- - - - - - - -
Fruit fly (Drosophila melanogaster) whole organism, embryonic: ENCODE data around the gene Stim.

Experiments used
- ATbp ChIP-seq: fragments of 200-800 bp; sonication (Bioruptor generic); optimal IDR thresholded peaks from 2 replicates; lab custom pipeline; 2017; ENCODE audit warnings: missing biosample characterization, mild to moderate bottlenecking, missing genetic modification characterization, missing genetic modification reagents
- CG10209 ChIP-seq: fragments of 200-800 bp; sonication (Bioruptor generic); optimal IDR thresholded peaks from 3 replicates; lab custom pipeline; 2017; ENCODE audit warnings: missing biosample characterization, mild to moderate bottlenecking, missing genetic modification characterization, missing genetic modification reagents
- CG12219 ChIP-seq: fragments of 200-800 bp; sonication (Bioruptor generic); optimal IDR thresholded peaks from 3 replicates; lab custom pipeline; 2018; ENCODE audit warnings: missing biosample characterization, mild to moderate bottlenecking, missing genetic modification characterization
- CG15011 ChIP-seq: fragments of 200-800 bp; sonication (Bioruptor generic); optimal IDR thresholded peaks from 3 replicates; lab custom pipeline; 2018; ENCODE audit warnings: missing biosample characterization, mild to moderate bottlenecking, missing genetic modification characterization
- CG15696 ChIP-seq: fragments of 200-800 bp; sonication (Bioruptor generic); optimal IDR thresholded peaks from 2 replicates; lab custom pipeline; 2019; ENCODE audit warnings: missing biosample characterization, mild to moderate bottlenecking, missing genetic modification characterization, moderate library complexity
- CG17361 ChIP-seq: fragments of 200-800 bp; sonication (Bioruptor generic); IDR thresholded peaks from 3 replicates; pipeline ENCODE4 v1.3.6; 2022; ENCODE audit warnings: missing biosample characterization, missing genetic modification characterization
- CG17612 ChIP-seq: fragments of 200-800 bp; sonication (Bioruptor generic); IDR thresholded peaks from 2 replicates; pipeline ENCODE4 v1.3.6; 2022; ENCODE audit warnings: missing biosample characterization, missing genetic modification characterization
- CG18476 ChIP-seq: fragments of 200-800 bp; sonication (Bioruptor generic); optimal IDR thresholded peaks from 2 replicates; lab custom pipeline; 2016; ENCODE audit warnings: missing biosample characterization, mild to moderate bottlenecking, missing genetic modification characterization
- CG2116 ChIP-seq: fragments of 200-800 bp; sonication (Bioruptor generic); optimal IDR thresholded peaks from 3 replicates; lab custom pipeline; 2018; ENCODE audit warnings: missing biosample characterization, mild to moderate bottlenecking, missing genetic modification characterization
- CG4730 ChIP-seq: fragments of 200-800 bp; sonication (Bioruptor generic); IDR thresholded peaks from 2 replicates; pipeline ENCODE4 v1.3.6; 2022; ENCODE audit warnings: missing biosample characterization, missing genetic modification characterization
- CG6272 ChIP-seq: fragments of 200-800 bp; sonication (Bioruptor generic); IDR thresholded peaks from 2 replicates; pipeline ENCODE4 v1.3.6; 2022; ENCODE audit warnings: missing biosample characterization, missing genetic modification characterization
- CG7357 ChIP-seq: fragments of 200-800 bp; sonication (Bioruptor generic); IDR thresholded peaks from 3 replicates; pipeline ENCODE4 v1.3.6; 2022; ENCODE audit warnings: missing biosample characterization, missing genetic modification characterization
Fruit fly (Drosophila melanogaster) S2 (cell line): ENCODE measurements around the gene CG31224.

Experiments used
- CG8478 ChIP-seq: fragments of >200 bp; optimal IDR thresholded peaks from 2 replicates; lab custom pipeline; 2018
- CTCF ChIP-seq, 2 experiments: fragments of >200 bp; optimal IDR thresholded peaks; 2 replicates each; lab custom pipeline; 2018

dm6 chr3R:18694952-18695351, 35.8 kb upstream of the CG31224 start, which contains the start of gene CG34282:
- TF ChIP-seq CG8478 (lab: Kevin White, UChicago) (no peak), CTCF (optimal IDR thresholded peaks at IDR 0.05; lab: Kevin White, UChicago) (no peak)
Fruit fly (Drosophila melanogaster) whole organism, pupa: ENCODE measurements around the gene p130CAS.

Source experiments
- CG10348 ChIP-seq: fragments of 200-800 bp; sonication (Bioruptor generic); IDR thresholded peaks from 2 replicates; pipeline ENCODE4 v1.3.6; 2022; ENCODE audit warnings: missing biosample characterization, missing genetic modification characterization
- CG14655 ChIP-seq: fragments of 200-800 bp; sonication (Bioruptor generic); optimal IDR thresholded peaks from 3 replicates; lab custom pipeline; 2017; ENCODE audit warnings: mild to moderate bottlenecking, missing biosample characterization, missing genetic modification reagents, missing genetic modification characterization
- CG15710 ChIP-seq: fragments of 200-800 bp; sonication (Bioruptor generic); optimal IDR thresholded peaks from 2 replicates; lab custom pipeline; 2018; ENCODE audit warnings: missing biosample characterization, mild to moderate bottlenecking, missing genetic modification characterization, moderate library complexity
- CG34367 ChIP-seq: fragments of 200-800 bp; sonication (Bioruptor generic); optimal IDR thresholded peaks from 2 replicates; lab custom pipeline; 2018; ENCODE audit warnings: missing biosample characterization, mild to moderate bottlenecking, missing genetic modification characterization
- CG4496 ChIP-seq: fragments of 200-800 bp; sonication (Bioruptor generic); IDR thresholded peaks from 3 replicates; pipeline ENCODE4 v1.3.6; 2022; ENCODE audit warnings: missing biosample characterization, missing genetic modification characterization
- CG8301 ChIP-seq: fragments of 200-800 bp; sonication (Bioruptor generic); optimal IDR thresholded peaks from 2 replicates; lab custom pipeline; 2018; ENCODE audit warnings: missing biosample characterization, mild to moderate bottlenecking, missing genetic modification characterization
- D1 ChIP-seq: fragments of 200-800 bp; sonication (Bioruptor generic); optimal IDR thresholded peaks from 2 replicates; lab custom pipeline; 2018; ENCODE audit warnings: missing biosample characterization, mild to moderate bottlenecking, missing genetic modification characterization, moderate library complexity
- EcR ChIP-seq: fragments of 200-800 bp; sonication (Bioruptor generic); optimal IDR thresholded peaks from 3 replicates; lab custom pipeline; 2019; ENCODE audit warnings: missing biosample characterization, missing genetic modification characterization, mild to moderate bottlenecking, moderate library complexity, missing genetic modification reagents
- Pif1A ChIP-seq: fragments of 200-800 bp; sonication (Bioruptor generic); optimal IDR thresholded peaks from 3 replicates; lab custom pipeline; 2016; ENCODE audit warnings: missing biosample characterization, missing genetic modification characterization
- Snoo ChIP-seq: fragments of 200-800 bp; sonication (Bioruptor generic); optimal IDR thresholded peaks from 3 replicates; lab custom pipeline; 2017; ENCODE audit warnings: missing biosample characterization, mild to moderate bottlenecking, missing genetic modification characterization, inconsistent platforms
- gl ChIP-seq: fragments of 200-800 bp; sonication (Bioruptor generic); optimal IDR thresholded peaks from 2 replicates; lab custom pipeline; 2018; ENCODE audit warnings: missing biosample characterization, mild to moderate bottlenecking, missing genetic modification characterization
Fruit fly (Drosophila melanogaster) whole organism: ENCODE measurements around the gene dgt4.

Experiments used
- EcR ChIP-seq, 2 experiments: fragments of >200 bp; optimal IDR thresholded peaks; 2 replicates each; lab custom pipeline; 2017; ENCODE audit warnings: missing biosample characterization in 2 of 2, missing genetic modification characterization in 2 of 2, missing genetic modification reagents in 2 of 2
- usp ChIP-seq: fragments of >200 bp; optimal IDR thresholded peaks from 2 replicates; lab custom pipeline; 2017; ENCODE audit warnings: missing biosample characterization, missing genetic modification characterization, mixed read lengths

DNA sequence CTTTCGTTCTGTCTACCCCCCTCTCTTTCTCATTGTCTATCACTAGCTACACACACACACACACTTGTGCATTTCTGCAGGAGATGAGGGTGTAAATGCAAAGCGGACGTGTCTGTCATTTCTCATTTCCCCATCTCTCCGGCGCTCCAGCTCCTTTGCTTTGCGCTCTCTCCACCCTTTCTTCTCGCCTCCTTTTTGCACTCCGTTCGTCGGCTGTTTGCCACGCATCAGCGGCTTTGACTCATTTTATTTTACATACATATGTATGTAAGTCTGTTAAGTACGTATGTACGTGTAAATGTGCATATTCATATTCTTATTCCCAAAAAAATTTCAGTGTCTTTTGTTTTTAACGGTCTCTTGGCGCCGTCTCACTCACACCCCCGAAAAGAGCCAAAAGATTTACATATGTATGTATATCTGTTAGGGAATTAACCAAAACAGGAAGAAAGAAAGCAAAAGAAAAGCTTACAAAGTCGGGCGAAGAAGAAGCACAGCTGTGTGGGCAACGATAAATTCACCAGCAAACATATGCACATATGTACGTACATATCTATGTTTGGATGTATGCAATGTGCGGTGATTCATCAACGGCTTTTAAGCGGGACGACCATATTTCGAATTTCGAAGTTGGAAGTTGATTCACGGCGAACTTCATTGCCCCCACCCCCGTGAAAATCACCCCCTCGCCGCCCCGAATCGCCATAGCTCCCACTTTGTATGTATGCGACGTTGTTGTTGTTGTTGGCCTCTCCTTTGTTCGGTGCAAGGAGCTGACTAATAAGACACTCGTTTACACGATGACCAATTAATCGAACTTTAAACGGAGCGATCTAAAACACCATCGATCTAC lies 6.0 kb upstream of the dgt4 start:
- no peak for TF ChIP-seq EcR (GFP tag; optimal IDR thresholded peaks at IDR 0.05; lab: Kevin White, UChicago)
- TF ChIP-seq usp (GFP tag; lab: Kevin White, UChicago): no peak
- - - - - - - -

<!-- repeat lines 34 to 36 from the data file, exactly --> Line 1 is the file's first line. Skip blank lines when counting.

Fruit fly (Drosophila melanogaster) whole organism: ENCODE measurements around the gene dgt4.

Experiments used
- EcR ChIP-seq, 2 experiments: fragments of >200 bp; optimal IDR thresholded peaks; 2 replicates each; lab custom pipeline; 2017; ENCODE audit warnings: missing biosample characterization in 2 of 2, missing genetic modification characterization in 2 of 2, missing genetic modification reagents in 2 of 2